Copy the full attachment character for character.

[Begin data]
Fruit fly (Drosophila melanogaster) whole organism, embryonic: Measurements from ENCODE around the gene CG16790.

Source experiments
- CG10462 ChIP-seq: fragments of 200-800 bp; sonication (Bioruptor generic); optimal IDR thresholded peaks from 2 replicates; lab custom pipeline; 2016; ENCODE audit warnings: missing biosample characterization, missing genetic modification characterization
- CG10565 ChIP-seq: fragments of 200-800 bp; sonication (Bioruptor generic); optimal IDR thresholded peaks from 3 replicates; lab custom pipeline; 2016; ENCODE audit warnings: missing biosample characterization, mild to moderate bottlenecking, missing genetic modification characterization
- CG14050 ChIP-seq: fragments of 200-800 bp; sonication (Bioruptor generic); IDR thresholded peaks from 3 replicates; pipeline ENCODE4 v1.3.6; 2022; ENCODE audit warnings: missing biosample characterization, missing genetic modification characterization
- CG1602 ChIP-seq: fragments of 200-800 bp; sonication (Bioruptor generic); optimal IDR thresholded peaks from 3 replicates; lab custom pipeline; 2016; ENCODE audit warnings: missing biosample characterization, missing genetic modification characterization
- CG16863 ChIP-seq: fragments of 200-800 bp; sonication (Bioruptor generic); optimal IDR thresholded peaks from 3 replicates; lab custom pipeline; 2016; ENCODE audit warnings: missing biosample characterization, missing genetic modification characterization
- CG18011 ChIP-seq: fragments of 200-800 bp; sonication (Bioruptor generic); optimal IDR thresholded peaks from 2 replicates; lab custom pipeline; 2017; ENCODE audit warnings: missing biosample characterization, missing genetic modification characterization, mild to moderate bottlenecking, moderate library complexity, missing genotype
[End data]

Fruit fly (Drosophila melanogaster) whole organism, embryonic: Measurements from ENCODE around the gene CG16790.

Source experiments
- CG10462 ChIP-seq: fragments of 200-800 bp; sonication (Bioruptor generic); optimal IDR thresholded peaks from 2 replicates; lab custom pipeline; 2016; ENCODE audit warnings: missing biosample characterization, missing genetic modification characterization
- CG10565 ChIP-seq: fragments of 200-800 bp; sonication (Bioruptor generic); optimal IDR thresholded peaks from 3 replicates; lab custom pipeline; 2016; ENCODE audit warnings: missing biosample characterization, mild to moderate bottlenecking, missing genetic modification characterization
- CG14050 ChIP-seq: fragments of 200-800 bp; sonication (Bioruptor generic); IDR thresholded peaks from 3 replicates; pipeline ENCODE4 v1.3.6; 2022; ENCODE audit warnings: missing biosample characterization, missing genetic modification characterization
- CG1602 ChIP-seq: fragments of 200-800 bp; sonication (Bioruptor generic); optimal IDR thresholded peaks from 3 replicates; lab custom pipeline; 2016; ENCODE audit warnings: missing biosample characterization, missing genetic modification characterization
- CG16863 ChIP-seq: fragments of 200-800 bp; sonication (Bioruptor generic); optimal IDR thresholded peaks from 3 replicates; lab custom pipeline; 2016; ENCODE audit warnings: missing biosample characterization, missing genetic modification characterization
- CG18011 ChIP-seq: fragments of 200-800 bp; sonication (Bioruptor generic); optimal IDR thresholded peaks from 2 replicates; lab custom pipeline; 2017; ENCODE audit warnings: missing biosample characterization, missing genetic modification characterization, mild to moderate bottlenecking, moderate library complexity, missing genotype